Functional and Dysfunctional Strategies for Managing Conflict

05/2010; DOI: 10.2139/ssrn.1612886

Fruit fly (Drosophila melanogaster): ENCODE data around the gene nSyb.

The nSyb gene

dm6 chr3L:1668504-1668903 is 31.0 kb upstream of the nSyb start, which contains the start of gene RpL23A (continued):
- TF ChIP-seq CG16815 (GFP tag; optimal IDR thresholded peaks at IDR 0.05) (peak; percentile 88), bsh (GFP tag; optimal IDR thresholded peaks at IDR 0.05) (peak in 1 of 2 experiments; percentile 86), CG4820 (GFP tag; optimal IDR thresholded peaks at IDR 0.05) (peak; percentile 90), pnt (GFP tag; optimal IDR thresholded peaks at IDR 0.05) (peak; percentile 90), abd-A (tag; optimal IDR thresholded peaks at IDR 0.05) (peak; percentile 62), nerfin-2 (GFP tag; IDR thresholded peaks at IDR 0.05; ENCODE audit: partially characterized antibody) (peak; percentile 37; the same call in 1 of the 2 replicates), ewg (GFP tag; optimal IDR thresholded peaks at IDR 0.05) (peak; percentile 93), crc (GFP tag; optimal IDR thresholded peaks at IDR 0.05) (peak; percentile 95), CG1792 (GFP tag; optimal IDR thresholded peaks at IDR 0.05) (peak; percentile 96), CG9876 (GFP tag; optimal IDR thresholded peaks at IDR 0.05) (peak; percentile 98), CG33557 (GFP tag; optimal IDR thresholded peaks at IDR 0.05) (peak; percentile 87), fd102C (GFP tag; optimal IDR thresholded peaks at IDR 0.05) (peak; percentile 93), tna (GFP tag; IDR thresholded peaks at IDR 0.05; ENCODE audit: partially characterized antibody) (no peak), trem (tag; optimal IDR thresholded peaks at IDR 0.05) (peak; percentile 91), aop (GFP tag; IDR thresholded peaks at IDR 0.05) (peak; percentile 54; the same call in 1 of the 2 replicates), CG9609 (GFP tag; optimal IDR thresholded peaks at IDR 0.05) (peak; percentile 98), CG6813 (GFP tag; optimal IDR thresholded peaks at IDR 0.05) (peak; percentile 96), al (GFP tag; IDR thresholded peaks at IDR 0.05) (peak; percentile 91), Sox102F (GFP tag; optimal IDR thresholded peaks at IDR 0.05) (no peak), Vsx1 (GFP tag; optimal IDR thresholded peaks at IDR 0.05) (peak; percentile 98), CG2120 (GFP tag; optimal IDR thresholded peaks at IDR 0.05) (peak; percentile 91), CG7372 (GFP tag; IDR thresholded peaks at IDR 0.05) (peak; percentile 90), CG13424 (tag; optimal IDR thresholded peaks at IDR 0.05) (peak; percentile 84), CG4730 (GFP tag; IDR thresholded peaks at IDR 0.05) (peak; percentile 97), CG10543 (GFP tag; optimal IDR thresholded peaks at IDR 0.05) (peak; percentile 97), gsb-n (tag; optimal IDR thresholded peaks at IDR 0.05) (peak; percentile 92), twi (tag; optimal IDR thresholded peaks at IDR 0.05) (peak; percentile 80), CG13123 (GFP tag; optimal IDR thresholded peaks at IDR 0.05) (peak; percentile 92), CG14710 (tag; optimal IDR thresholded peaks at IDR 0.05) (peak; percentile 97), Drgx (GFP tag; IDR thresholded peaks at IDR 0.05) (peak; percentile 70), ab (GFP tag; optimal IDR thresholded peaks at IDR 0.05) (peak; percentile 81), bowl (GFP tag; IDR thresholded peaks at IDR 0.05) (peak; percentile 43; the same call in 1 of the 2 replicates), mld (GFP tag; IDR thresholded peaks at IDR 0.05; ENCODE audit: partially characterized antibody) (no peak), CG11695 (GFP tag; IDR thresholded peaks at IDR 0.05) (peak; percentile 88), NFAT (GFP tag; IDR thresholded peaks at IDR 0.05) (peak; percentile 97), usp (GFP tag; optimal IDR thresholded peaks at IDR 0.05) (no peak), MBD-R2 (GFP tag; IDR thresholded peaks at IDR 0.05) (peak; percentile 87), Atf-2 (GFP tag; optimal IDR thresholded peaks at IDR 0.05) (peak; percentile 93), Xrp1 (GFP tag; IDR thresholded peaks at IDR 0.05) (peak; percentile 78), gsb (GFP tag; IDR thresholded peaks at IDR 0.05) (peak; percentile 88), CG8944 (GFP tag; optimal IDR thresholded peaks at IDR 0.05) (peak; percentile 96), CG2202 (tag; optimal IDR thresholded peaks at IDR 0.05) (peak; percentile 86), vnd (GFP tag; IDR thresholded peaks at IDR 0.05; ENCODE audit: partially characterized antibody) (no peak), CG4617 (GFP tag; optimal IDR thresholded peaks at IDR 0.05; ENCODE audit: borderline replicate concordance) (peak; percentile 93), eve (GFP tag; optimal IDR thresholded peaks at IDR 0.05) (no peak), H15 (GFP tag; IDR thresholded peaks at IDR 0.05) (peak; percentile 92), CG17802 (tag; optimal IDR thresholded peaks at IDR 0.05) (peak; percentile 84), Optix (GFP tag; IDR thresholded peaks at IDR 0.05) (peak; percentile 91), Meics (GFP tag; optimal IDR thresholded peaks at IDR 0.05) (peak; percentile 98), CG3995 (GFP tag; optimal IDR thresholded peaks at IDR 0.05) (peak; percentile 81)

ABSTRACT This study suggests that strategies for handling interpersonal conflict can be classified as functional and dysfunctional and provides some evidence that functional strategies are associated with greater positive outcomes than dysfunctional strategies. There are various styles of handling interpersonal conflict, such as integrating, obliging, dominating, avoiding, and compromising and using one combination of styles may be functional than using another combination of styles. A functional strategy is associated with greater use of the integrating and lower use of avoiding styles plus greater use of the obliging and lower use of the dominating styles. A dysfunctional strategy is associated with greater use of the avoiding and lower use of the integrating styles plus greater use of the dominating and lower use of the obliging styles. Analysis of questionnaire data in several samples provided support for the hypothesis that the use of functional strategy, but not the dysfunctional strategy, is associated with better job performance and organizational citizenship behavior.

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